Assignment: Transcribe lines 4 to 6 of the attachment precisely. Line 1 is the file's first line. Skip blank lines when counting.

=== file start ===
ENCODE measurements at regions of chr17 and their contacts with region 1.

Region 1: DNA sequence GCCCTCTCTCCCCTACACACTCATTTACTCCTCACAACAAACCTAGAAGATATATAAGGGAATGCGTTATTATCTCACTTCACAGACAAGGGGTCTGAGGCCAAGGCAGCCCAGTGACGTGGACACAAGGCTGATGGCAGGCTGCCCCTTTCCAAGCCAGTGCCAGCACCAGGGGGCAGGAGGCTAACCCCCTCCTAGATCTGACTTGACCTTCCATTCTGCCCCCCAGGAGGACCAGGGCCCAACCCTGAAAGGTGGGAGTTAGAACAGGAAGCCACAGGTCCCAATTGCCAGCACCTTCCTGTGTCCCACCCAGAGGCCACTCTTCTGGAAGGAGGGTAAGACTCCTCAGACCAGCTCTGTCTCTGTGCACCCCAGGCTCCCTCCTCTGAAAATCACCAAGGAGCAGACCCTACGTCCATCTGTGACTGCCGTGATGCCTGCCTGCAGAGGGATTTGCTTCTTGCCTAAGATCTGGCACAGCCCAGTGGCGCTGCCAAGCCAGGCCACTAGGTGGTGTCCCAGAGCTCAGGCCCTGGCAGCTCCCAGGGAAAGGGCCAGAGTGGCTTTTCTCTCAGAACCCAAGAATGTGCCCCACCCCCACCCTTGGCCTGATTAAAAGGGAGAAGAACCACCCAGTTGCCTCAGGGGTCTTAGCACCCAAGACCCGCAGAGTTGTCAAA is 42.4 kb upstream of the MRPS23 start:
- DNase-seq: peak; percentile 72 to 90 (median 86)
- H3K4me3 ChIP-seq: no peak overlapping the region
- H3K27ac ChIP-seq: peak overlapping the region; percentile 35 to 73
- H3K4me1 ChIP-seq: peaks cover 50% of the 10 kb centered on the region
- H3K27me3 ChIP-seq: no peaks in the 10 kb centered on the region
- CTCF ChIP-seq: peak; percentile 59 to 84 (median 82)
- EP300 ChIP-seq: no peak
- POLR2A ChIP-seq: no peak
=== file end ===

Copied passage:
- H3K4me3 ChIP-seq: no peak overlapping the region
- H3K27ac ChIP-seq: peak overlapping the region; percentile 35 to 73
- H3K4me1 ChIP-seq: peaks cover 50% of the 10 kb centered on the region